Nathan Rabin once wrote of The Simpsons, “In its god-like prime [the show] did not need to sacrifice laughs for heart or vice versa.” That’s a pretty spot-on assessment of the classics, but it also points to a big problem with the newer episodes: While the occasional joke may land, contemporary Simpsons lacks substance.
And that was pretty much the case with Deadpool the first time around. After years of trying to get the picture off the ground, Ryan Reynolds finally made our dreams come true—and the result was a sporadically funny entry into the superhero movie canon. While novelty made the original stand out, Deadpool 2 doesn’t have that to fall back on.
This is where the so-called fanboys take to the comment section to assert that “Not every movie needs to be Citizen Kane!” and that this reviewer is a joyless dummy. And while I agree on both points, it’d be nice if every movie were at least somewhat good. It says a lot about Deadpool 2 that the mid-end credit scenes are the best part of the movie.
The sequel picks up with our antihero taking on international merc jobs, killing bad guys, and having fun doing it. To avoid spoilers, let’s just say some bad stuff goes down, and by roundabout means Deadpool finds himself protecting a young mutant named Russell, aka Firefist (Julian Dennison), from future-badass/murder machine Cable (Josh Brolin).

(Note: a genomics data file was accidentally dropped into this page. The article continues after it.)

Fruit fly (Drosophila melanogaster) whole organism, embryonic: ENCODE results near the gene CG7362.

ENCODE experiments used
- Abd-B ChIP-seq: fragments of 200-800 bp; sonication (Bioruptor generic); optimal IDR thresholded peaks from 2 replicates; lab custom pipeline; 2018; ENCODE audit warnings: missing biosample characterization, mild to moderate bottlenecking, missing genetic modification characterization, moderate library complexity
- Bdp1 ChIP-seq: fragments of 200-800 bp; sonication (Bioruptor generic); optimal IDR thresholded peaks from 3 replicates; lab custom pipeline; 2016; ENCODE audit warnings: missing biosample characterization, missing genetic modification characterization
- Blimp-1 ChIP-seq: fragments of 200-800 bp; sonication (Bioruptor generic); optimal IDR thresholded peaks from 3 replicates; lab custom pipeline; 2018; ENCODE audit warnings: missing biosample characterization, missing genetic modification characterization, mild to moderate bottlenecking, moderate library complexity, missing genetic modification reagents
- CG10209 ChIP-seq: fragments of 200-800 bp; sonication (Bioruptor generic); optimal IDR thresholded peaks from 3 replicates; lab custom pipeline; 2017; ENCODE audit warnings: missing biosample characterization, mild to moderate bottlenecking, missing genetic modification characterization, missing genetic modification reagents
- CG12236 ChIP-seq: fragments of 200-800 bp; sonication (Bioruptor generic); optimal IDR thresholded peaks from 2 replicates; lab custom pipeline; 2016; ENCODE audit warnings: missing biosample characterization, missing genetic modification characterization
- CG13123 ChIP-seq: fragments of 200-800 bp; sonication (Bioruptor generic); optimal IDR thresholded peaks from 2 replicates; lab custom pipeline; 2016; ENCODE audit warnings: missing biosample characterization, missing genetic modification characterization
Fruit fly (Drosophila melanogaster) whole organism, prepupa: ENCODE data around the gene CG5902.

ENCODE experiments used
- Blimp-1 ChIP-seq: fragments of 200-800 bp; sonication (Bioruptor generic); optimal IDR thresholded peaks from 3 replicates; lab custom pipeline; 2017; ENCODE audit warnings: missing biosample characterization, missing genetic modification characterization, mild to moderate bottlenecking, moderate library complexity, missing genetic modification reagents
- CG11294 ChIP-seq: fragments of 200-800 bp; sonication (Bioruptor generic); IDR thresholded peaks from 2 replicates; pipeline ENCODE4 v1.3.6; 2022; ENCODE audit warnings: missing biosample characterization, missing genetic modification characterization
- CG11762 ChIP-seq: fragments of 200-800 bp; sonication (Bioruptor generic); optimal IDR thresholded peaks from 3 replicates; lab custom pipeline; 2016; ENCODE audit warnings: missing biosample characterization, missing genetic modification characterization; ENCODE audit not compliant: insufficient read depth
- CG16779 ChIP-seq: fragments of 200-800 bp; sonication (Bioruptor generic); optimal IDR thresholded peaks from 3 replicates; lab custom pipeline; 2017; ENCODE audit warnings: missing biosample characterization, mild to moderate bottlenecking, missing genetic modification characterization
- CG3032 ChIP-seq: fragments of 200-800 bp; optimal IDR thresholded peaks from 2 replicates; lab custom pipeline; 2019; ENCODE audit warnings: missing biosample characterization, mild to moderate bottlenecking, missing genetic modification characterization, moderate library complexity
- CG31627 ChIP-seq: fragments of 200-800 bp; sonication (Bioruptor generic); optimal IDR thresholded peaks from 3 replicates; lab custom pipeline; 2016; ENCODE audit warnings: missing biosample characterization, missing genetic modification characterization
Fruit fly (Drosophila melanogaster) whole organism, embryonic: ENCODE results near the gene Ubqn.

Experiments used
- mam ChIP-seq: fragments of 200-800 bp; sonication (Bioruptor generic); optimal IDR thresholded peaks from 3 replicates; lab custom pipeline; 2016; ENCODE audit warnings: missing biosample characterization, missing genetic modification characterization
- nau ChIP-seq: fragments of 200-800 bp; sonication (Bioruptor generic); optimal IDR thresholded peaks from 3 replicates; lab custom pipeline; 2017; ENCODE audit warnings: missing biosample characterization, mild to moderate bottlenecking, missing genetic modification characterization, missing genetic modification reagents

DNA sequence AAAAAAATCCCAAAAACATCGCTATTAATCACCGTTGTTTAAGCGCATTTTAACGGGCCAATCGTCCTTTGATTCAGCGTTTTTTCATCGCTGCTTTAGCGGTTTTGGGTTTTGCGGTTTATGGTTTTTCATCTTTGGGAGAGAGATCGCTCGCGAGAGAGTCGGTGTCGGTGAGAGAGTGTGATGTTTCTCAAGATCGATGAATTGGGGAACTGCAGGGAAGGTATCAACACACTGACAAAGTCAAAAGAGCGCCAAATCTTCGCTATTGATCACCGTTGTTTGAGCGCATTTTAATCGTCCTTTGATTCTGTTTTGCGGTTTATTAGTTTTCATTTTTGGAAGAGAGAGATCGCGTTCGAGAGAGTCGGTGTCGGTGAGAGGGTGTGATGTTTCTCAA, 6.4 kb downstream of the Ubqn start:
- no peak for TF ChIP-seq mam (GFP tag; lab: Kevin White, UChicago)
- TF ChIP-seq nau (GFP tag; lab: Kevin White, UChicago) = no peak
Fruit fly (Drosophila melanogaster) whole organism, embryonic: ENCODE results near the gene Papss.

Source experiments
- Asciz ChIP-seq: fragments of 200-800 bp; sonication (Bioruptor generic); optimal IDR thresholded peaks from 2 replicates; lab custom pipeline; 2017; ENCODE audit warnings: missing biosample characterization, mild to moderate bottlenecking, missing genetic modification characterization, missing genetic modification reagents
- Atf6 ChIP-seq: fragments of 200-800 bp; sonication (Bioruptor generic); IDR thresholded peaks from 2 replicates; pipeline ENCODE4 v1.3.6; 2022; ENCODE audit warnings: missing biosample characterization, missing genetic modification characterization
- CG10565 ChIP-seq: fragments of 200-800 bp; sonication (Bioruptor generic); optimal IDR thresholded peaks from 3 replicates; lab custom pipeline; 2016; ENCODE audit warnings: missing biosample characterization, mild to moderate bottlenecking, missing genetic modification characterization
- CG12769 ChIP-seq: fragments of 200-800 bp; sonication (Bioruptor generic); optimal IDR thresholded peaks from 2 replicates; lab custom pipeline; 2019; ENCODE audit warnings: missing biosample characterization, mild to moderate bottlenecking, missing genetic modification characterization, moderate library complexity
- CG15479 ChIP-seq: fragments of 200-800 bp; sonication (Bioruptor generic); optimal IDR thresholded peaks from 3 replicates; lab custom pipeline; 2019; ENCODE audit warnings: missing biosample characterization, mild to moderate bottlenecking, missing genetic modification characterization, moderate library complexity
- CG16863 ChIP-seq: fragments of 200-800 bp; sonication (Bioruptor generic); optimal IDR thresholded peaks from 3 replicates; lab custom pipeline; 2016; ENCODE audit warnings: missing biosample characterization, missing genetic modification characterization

To the filmmakers’ collective credit, there is an attempt at gravity this go-around. Deadpool feels guilty about a particular death, and his arc with Russell at least aims for meatiness. That said, it never really works because the rest of the movie is such a chaotic mess.
As in the worst X-Men movies, there are too many characters who aren’t fully utilized, too many things happening that never culminate in any meaningful way. Motivations are farfetched enough to be jarring, and the humor isn’t strong enough for us to overlook story flaws.
There’s also this issue (present in the Deadpool comics over the past few years as well) where every character takes on Deadpool’s personality traits through weird osmosis or bad character writing. Be it Cable, Russell, or a certain mystery bad guy, everybody seems just a bit too similar and out of line with their usual identities.
This, along with some plot points, paints future Deadpool movies and potentially some of the X-Men movies into a bit of a corner. Cable and other characters in Deadpool 2 are pretty big components of the X-Men mythology, and here they’re reduced to caricatures.
As a longtime fan of the comic book character (I still have my original issue of 1997’s Deadpool #1), I really want to like this franchise. But it’s just so meh. Ryan Reynolds is the perfect person to play Deadpool and he’s been carrying these movies. Why can’t the powers that be figure out a decent script to complement him?
Chances are that if you absolutely loved the first Deadpool, you’ll at least like Deadpool 2. As for the rest of us, let’s keep our fingers crossed for a Deadpool movie that actually works.
Director: David Leitch
Starring: Josh Brolin, Ryan Reynolds, Morena Baccarin
Theater: Now open, area theaters